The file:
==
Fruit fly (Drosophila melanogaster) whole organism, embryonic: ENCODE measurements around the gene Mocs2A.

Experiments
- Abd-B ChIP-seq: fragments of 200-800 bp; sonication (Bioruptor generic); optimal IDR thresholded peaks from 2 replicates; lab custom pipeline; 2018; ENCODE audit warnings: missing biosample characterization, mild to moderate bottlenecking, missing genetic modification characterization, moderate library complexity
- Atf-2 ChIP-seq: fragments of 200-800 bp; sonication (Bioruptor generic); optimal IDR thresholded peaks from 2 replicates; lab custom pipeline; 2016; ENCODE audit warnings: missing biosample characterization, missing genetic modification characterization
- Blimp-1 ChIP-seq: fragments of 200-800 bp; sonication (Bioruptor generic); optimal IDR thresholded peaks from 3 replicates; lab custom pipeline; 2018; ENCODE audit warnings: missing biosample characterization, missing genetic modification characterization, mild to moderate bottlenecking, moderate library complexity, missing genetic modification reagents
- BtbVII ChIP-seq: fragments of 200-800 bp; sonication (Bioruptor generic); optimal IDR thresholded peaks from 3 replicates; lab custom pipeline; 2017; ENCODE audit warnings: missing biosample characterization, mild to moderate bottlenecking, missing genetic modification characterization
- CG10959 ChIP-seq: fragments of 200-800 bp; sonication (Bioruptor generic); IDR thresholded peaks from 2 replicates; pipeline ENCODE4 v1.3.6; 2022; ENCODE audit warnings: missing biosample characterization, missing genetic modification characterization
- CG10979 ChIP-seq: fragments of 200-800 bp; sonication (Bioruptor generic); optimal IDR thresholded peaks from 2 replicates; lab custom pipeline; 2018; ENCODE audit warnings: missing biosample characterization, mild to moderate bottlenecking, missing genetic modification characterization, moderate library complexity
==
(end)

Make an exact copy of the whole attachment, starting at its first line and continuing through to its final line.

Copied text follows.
Fruit fly (Drosophila melanogaster) whole organism, embryonic: ENCODE measurements around the gene Mocs2A.

Experiments
- Abd-B ChIP-seq: fragments of 200-800 bp; sonication (Bioruptor generic); optimal IDR thresholded peaks from 2 replicates; lab custom pipeline; 2018; ENCODE audit warnings: missing biosample characterization, mild to moderate bottlenecking, missing genetic modification characterization, moderate library complexity
- Atf-2 ChIP-seq: fragments of 200-800 bp; sonication (Bioruptor generic); optimal IDR thresholded peaks from 2 replicates; lab custom pipeline; 2016; ENCODE audit warnings: missing biosample characterization, missing genetic modification characterization
- Blimp-1 ChIP-seq: fragments of 200-800 bp; sonication (Bioruptor generic); optimal IDR thresholded peaks from 3 replicates; lab custom pipeline; 2018; ENCODE audit warnings: missing biosample characterization, missing genetic modification characterization, mild to moderate bottlenecking, moderate library complexity, missing genetic modification reagents
- BtbVII ChIP-seq: fragments of 200-800 bp; sonication (Bioruptor generic); optimal IDR thresholded peaks from 3 replicates; lab custom pipeline; 2017; ENCODE audit warnings: missing biosample characterization, mild to moderate bottlenecking, missing genetic modification characterization
- CG10959 ChIP-seq: fragments of 200-800 bp; sonication (Bioruptor generic); IDR thresholded peaks from 2 replicates; pipeline ENCODE4 v1.3.6; 2022; ENCODE audit warnings: missing biosample characterization, missing genetic modification characterization
- CG10979 ChIP-seq: fragments of 200-800 bp; sonication (Bioruptor generic); optimal IDR thresholded peaks from 2 replicates; lab custom pipeline; 2018; ENCODE audit warnings: missing biosample characterization, mild to moderate bottlenecking, missing genetic modification characterization, moderate library complexity